Today Cambridge University spin-out Optalysys announced that the company has been awarded a $350k grant for a 13-month project from the US Defense Advanced Research Projects Agency (DARPA). The project will see the company advance their research in developing and applying their optical co-processing technology to solving complex mathematical equations. These equations are relevant to large-scale scientific and engineering simulations such as weather prediction and aerodynamics.
We are reaching the limits of what traditional silicon-based processors can deliver,” said Dr Nick New, CEO and Founder of Optalysys. “Moore’s Law is breaking down and traditional computing methods are approaching their limits in terms of cost and capability. The Optalysys technology is built on the well established principals of Fourier and Diffractive optics but we use them in combination with advanced high resolution microdisplays. We are creating a cost-effective solution that can be scaled beyond the levels of traditional electrical computers and can be integrated with existing desktop and HPC architectures.”
The Optalysys technology is extremely energy efficient, using light rather than electricity to perform intensive mathematical calculations. The company aims to provide existing computer systems with massively boosted processing capabilities, with the aim to eventually reach exaflop rates (a billion billion calculations per second). The technology operates at a fraction of the energy cost of conventional high-performance computers (HPCs) and has the potential to operate at orders of magnitude faster.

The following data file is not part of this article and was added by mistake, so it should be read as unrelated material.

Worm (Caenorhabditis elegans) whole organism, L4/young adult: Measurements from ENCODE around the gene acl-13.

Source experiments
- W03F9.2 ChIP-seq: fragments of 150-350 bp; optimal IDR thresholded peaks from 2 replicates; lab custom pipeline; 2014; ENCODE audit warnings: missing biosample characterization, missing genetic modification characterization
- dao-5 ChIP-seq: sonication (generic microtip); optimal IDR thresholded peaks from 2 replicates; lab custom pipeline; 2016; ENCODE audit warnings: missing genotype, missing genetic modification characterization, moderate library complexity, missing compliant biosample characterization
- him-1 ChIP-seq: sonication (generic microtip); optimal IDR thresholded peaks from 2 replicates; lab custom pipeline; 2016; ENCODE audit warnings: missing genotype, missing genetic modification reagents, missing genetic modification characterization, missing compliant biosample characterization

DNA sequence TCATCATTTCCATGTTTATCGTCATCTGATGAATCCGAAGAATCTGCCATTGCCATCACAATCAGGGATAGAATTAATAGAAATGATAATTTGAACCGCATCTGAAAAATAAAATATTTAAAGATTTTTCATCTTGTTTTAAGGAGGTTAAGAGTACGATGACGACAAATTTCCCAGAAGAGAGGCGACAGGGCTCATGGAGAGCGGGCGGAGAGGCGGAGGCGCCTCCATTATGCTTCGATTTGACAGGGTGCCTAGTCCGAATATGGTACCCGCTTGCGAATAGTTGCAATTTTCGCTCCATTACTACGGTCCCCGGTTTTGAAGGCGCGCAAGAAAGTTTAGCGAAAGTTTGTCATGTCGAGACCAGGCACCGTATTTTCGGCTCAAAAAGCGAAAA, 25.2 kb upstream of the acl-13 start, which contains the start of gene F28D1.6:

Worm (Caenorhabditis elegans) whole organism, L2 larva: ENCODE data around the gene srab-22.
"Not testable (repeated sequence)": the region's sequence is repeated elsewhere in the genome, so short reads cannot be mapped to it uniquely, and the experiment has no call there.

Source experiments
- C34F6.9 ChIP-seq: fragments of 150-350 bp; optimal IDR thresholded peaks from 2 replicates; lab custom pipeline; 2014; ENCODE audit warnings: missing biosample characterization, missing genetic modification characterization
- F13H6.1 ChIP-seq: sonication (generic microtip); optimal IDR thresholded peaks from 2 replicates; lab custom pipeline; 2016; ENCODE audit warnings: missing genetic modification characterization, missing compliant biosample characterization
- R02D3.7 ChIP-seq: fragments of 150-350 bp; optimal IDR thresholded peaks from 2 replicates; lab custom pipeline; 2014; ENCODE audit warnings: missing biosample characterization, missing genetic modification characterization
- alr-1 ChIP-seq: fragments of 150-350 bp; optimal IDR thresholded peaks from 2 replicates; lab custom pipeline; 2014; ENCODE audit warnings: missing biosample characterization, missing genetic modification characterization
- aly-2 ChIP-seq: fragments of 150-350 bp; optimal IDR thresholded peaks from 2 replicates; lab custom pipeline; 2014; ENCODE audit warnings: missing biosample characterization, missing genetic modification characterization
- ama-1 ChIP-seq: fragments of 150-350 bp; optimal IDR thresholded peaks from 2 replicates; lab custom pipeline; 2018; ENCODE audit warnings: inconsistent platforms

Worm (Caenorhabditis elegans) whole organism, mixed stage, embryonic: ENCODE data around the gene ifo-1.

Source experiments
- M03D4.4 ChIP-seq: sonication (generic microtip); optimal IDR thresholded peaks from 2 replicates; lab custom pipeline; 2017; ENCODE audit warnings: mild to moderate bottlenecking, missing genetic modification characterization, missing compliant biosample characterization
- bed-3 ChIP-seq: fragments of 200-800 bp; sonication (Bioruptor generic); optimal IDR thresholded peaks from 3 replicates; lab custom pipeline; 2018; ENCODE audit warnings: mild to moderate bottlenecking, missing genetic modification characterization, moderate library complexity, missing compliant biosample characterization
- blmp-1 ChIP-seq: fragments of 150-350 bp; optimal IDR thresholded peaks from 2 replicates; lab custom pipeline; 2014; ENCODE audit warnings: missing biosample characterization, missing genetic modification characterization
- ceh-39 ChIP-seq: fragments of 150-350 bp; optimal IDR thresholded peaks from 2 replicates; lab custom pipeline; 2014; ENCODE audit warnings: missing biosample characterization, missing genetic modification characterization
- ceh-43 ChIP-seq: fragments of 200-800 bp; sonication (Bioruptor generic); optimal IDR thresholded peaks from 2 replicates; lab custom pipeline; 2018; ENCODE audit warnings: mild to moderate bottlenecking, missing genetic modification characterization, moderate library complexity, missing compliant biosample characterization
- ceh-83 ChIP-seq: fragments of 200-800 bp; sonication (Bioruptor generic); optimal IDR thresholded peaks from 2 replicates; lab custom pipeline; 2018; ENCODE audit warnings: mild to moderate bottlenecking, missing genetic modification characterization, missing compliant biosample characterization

The project’s goal is to lay the groundwork for producing optical processing systems that are capable of high-end tasks used in computational fluid dynamic simulation models such as Direct Numerical Simulation(1.) and Large Eddy Simulation (2.).
We are developing the technology specifically to help speed up research and analysis for organisations that are trying to help solve some of the world’s biggest problems so having the chance to work with DARPA in this way is an exciting step forward for us.”
The Optalysys technology is currently developed to Technology Readiness Level 5 (TRL5), and is being developed for use primarily in the field of genetic sequencing, as part of a UK government funded project in collaboration with The Genome Analysis Centre (TGAC) in Norwich, UK.
In this video from the Disruptive Technologies Session at the 2015 HPC User Forum, Nick New from Optalysys describes the company’s optical processing technology.